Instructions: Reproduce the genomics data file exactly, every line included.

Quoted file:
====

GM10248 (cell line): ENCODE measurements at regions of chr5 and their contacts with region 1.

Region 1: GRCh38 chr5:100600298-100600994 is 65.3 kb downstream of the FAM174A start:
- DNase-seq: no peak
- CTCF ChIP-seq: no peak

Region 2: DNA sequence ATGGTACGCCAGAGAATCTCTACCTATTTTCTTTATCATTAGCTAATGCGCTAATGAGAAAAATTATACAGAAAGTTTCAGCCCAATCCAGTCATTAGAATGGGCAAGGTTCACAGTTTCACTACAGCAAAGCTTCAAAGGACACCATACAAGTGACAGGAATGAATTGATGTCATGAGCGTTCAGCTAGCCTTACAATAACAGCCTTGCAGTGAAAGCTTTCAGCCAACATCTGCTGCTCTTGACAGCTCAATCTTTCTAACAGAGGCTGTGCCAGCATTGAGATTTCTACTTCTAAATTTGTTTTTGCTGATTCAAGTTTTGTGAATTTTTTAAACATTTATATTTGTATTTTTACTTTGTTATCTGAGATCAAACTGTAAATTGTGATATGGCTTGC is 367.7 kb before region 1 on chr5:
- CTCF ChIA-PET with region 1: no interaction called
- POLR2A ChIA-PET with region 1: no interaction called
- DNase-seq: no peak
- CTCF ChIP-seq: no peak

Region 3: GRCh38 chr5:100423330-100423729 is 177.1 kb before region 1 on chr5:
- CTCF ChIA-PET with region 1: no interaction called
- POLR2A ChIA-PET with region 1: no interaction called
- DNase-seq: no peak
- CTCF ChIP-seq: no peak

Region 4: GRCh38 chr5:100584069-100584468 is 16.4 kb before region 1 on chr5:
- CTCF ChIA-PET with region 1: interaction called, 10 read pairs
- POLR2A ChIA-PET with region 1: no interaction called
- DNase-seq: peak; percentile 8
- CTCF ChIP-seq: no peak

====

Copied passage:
GM10248 (cell line): ENCODE measurements at regions of chr5 and their contacts with region 1.

Region 1: GRCh38 chr5:100600298-100600994 is 65.3 kb downstream of the FAM174A start:
- DNase-seq: no peak
- CTCF ChIP-seq: no peak

Region 2: DNA sequence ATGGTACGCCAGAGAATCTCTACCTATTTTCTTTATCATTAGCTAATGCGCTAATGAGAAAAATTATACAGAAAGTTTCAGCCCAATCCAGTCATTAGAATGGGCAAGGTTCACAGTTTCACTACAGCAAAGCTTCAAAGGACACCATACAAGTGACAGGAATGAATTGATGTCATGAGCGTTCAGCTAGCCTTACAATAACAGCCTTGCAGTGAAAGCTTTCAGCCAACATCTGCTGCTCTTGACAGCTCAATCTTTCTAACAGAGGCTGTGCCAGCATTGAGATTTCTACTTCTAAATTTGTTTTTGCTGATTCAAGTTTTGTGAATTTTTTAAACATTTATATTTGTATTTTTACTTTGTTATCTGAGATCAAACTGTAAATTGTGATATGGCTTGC is 367.7 kb before region 1 on chr5:
- CTCF ChIA-PET with region 1: no interaction called
- POLR2A ChIA-PET with region 1: no interaction called
- DNase-seq: no peak
- CTCF ChIP-seq: no peak

Region 3: GRCh38 chr5:100423330-100423729 is 177.1 kb before region 1 on chr5:
- CTCF ChIA-PET with region 1: no interaction called
- POLR2A ChIA-PET with region 1: no interaction called
- DNase-seq: no peak
- CTCF ChIP-seq: no peak

Region 4: GRCh38 chr5:100584069-100584468 is 16.4 kb before region 1 on chr5:
- CTCF ChIA-PET with region 1: interaction called, 10 read pairs
- POLR2A ChIA-PET with region 1: no interaction called
- DNase-seq: peak; percentile 8
- CTCF ChIP-seq: no peak